It seems HD remakes are all the rage at the moment. Graphically enhanced versions of the Metal Gear Solid and Tomb Raider franchises amongst others are already available, and it’s inevitable that many more will begin to appear out of the woodwork. At times it’s hard to decipher whether this is a simple cash cow, getting gamers to buy games they more than likely already own for the simple visual increase, or whether this is a genuine call to gamers to relive re-envisioned versions of games they loved and took pleasure in completing in the past. So far so good though; critics have praised many of these packages, and the fair prices on most of these bundles are a big incentive. Still, it’s always risky treading on pre-loved territory, and the Silent Hill franchise is no exception. Earlier titles in the series, including Silent Hill 2 which makes an appearance this time around, are cited as game changers in the survival horror genre, so reinventing such a highly praised title is a bold move indeed.
Silent Hill 2 is one of the darkest and saddest games in the survival genre history, and whilst Silent Hill 3 has its merits, it’s nothing compared to the second outing in the series. A story of death and loss hangs over the dark and lonely streets of Silent Hill, with main character James Sunderland hunting for his presumed dead wife in a place that invokes both dread and sadness for both the in-game character and the player themselves. As the story progresses it’s hard to not get dragged into both the emotions that James and others wandering Silent Hill are going through as they look for the lost, and also the incredibly dense and overwhelmingly uncomfortable atmosphere of many of the abandoned buildings that litter Silent Hill, which set the mood for one of survival horror’s greatest outings.
If you’re new to the series, much of your time in Silent Hill is spent exploring the history of the town, solving puzzles and dealing with the locals. Both games are heavy on both combat and puzzle solving, and there’s a heavy mix of both to keep things fresh. Much of Silent Hill 2 is shrouded in fog, and with exploration being such a big part of both games, it can be a bit much early on and getting lost is a high possibility. As you progress, the environments expand and open up to much different locations, including the incredibly intimidating Brookhaven Hospital and exploration takes a turn from the confusing to the downright scary.
Dealing with enemies is less of a problem in 2 than it is in its sequel, and whilst the monsters that walk the town are both evil, intimidating and for the most part frightening in both games, it’s often much easier just to walk past a majority of the bad guys in the first half of this duo. This isn’t helped by a clunky combat system, which in turn is part of a bigger issue involving bringing older games to the modern era – the controls are far from what you’ll be used to. Older players will get their heads around it all much faster, being used to the tank controls of older titles, but new players may find the manual turning and uncooperative camera primitive compared to the modern day conditions they’re used to. Combat is slow and inaccurate, but for the most part forgivable. It’s still an undeniably horrifying moment when you first face Pyramid Head in Silent Hill 2; the invincible monstrosity that made Silent Hill as iconic as it is today.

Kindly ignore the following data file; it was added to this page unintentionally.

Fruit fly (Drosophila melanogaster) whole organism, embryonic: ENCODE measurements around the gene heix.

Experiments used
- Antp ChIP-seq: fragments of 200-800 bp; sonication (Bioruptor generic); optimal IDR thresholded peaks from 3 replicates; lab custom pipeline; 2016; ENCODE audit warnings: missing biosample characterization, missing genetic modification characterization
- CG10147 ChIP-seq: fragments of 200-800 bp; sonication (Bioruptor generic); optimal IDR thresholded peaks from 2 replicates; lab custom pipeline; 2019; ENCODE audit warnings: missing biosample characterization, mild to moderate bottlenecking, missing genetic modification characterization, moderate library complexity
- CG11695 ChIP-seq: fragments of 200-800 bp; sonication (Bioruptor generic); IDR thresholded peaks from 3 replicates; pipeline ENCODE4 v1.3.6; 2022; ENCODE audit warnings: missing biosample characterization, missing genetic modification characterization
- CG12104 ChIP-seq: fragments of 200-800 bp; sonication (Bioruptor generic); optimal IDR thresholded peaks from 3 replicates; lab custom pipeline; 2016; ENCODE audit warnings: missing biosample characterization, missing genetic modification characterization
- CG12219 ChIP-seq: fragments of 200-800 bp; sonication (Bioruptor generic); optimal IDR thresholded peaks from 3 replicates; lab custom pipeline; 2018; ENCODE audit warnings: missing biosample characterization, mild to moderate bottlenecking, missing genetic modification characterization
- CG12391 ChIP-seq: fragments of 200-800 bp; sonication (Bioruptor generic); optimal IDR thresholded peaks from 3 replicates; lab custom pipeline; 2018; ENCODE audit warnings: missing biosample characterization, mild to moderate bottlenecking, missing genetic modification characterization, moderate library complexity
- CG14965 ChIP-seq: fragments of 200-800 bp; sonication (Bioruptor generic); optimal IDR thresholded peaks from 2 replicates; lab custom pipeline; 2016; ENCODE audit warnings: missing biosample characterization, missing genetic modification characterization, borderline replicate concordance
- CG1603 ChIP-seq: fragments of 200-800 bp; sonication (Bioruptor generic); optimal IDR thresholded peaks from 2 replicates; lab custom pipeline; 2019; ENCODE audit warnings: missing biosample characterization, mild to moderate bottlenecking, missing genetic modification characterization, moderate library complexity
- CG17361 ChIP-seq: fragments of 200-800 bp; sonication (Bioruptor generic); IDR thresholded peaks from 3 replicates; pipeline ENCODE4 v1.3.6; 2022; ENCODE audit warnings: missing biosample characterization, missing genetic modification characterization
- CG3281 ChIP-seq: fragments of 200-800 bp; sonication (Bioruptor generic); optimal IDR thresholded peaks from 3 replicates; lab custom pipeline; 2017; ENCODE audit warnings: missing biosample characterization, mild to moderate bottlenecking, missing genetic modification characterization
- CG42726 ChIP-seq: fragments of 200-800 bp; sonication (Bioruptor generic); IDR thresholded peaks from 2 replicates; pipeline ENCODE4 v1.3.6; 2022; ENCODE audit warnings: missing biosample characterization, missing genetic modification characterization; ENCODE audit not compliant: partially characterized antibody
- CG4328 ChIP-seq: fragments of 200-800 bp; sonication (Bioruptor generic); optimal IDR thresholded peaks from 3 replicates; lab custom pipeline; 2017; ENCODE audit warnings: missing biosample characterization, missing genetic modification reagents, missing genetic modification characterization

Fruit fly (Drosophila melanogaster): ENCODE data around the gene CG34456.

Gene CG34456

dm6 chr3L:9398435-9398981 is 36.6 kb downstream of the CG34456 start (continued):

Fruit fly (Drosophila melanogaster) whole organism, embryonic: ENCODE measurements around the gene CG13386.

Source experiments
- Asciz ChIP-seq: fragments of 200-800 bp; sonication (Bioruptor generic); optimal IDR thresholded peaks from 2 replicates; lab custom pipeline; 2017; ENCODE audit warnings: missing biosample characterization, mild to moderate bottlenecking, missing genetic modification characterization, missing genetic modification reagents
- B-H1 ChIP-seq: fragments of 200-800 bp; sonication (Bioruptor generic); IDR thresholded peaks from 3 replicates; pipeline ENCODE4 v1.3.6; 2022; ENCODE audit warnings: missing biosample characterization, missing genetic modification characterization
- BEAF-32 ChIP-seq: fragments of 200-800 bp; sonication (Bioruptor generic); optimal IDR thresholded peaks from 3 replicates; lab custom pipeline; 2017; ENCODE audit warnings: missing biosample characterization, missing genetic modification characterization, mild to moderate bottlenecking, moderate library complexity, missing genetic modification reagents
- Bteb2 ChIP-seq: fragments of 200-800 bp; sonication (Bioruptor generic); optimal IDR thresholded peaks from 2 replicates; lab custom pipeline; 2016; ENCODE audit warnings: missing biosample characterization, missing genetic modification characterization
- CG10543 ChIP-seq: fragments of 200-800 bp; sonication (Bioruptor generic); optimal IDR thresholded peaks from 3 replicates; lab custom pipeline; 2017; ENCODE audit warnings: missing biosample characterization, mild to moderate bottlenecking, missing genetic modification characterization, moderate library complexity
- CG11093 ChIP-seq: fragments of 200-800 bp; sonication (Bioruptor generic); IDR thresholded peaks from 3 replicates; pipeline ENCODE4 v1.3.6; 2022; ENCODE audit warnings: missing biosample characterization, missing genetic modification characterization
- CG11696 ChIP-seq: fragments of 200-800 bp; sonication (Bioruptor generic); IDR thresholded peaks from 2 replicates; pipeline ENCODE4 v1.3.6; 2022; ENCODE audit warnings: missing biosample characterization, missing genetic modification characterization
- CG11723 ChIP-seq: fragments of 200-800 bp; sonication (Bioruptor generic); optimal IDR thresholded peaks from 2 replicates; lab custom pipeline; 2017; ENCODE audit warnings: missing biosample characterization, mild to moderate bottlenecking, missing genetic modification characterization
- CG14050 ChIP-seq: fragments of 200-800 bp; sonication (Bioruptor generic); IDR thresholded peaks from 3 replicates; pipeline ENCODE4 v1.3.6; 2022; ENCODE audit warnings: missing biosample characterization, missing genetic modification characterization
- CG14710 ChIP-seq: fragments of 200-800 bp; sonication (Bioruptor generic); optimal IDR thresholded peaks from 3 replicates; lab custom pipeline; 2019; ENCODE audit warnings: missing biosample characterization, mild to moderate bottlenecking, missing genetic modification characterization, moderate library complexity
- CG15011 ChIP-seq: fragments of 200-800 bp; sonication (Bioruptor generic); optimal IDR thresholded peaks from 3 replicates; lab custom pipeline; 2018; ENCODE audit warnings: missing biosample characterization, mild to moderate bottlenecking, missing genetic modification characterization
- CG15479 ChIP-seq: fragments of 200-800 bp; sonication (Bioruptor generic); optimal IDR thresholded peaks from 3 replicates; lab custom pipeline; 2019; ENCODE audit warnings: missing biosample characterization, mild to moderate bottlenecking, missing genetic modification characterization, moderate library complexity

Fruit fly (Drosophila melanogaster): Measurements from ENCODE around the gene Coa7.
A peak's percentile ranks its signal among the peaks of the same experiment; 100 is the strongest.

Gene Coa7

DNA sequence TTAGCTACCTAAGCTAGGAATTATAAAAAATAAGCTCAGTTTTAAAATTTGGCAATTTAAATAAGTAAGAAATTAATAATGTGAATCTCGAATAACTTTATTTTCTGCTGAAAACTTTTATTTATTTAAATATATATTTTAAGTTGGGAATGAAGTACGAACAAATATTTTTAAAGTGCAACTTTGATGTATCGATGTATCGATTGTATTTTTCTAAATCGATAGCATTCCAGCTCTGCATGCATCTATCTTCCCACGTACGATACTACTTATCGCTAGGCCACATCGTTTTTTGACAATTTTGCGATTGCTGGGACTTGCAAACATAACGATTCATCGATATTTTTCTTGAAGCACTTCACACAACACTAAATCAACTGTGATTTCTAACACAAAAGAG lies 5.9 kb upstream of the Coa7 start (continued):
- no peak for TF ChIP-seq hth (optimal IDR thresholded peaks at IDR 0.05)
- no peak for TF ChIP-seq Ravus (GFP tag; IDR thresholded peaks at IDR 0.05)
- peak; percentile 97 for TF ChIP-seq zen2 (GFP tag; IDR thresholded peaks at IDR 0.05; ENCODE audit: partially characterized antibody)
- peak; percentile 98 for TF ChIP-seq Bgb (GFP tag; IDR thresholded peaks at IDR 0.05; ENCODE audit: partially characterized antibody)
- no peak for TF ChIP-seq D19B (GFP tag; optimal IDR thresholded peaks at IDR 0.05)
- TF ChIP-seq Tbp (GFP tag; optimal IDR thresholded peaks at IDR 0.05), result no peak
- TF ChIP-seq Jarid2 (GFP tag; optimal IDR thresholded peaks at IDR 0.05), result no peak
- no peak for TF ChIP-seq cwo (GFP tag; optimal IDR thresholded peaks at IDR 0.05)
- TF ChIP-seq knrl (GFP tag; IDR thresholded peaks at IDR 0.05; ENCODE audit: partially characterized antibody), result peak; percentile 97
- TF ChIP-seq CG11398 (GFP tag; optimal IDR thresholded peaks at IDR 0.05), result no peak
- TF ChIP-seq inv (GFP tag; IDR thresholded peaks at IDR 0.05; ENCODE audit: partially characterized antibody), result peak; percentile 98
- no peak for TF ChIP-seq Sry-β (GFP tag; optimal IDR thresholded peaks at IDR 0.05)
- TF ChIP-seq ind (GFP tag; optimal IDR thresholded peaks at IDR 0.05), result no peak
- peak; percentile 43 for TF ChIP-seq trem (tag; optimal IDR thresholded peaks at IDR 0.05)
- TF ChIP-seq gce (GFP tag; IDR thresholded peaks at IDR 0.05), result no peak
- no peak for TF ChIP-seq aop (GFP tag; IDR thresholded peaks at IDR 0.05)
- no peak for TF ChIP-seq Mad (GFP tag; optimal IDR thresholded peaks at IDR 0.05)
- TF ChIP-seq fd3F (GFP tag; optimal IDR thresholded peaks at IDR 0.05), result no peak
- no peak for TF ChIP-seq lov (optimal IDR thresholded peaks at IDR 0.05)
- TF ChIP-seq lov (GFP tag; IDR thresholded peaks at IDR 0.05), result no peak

Replaying or indeed playing for the first time both titles will take players through claustrophobic, unsettling and grotesque environments that stay with the player long after it’s over. You’ll forget familiar jumps that made your first visits to Silent Hill so frightening, and even the ones you remember wont fail to give you goose bumps. This is on one hand thanks to the new visuals brought on via the HD improvements, with both character models and environments looking tons better than before. Details that were easy to miss before are now highly noticeable, and overall the game looks fresh and new, something you can’t get from playing the original on a full HD TV.
Overall, audio is average, despite the soundtrack still being incredibly unnerving. The voice acting has been recreated for both titles, and the option to use old or new voices is available for 2, but you’re stuck with the new voice cast in Silent Hill 3 regardless of your feelings on altering such important details. There are some synching issues, and along with audio cutting out now and again, minor niggles can take away from the usually gripping atmosphere created in the rest of Silent Hill.
Overall, both titles are as deeply unsettling and uncomfortable to play today as they were when they first arrived. At times you may find them dated, but they’re both beautifully brought forward to the modern era, and the games themselves have mostly stood the test of time. If you can live with the controls and audio issues, this is a chance to play through two of the scariest and most intense games in the survival horror genre.
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